In 1922, the Court found commercialized baseball outside the scope of the Sherman Law. Federal Baseball Club v. National League, 259 U.S. 200 . Last Term the Court refused to re-examine "the underlying issues" of this adjudication and adhered to it. Toolson v. New York Yankees, Inc., 346 U.S. 356 . What were the "underlying issues"? They were the constituents of baseball in relation to the Sherman Law. By adhering to that decision, the Court refused to depart from a judgment necessarily based on these constituent elements. To my understanding, that is what is meant by "[w]ithout re-examination of the underlying issues." The Court decided as it did in the Toolson case as an application of the doctrine of stare decisis. That doctrine is not, to be sure, an imprisonment of reason. But neither is it a whimsy. It can hardly be that this Court gave a preferred position to baseball because it is the great American sport. I do not suppose that the Court would treat the national anthem differently from other songs if the nature of a song became relevant to adjudication. If stare decisis be one aspect of law, as it is, to disregard it in identic situations is mere caprice.
Congress, on the other hand, may yield to sentiment and be capricious, subject only to due process. As a matter of fact, one of the explicit factors that led to the result in Toolson was the recognition of congressional refusal to upset [348 U.S. 236, 250] the Federal Baseball decision. But as the Government with commendable candor recognizes, Congress was not asked to avert the threat of litigation against baseball by providing a specific exemption of that sport from the provisions of the Sherman Law. The sponsors of this relief did not ask immunity for baseball as such. The "legislation" to which reference was made in the Toolson case consisted of bills which sought exemption for "organized professional sports enterprises [and] acts in the conduct of such enterprises." (H. R. 4229, 4230, 4231, and S. 1526, 82d Cong., 1st Sess.) Since, in the light of all the circumstances, Federal Baseball was left undisturbed by Toolson, I cannot bring myself to construe the respect that was thus accorded to stare decisis to be narrower than that all situations identic with what was passed on in the Federal Baseball case should be covered by it. I cannot translate even the narrowest conception of stare decisis into the equivalent of writing into the Sherman Law an exemption of baseball to the exclusion of every other sport different not one legal jot or title from it.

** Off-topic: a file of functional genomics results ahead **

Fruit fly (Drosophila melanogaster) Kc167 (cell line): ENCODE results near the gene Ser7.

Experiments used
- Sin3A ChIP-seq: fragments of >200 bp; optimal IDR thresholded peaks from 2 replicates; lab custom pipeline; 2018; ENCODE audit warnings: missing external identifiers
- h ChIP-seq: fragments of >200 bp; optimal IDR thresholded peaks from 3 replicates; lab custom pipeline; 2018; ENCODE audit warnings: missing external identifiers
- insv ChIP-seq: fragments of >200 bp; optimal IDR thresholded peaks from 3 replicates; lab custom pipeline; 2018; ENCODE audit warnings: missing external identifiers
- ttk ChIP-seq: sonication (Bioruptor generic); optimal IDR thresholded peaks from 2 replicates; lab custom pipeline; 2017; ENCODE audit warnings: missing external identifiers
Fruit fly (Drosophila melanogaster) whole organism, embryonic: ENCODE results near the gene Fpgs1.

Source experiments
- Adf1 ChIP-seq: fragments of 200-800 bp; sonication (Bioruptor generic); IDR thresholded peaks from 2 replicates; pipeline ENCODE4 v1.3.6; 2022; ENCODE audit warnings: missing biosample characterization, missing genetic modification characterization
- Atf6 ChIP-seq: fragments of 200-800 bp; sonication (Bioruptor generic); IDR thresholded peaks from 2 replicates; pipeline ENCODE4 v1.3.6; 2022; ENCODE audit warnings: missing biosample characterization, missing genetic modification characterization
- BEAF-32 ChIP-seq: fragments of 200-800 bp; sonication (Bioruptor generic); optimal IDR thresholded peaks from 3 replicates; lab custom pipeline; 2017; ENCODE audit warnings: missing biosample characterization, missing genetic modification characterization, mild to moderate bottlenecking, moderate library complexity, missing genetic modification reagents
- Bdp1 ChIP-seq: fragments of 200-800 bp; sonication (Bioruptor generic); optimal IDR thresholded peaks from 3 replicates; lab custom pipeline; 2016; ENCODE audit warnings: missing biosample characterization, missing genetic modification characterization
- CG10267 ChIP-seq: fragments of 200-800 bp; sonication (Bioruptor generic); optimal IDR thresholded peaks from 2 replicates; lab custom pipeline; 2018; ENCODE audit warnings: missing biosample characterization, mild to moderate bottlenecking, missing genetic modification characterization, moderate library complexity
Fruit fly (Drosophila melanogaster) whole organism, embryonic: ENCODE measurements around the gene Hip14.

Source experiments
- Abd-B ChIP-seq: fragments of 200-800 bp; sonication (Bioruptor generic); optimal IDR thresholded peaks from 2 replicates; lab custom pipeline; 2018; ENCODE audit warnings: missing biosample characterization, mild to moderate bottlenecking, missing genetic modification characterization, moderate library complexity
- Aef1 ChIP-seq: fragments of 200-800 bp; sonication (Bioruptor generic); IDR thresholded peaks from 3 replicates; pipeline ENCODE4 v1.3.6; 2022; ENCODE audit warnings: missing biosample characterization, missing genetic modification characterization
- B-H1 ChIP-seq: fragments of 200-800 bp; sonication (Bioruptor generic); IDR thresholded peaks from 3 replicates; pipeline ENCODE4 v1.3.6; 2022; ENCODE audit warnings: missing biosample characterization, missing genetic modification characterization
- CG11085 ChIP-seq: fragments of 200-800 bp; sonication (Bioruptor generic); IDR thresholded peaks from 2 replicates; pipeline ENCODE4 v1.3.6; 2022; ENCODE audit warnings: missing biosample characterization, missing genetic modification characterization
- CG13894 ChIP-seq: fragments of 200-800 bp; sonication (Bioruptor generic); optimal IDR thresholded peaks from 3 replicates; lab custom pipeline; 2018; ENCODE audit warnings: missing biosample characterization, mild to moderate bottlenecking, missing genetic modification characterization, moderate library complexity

Between them, this case and Shubert illustrate that nice but rational distinctions are inevitable in adjudication. I agree with the Court's opinion in Shubert for precisely the reason that constrains me to dissent in this case. Within a year after Federal Baseball the Court, again unanimously and through the same writer, found that a bill against the show business based on the Sherman Law was not so frivolous as to call for dismissal. Hart v. B. F. Keith Vaudeville Exchange, 262 U.S. 271 . For more than 30 years, therefore, these two decisions stood as the law. The Shubert case plainly falls within the adjudication of Hart. By the same process of reasoning, boxing falls within Federal Baseball, which this Court revitalized in Toolson despite all the new factors on which the dissent in Toolson relied. [348 U.S. 236, 251]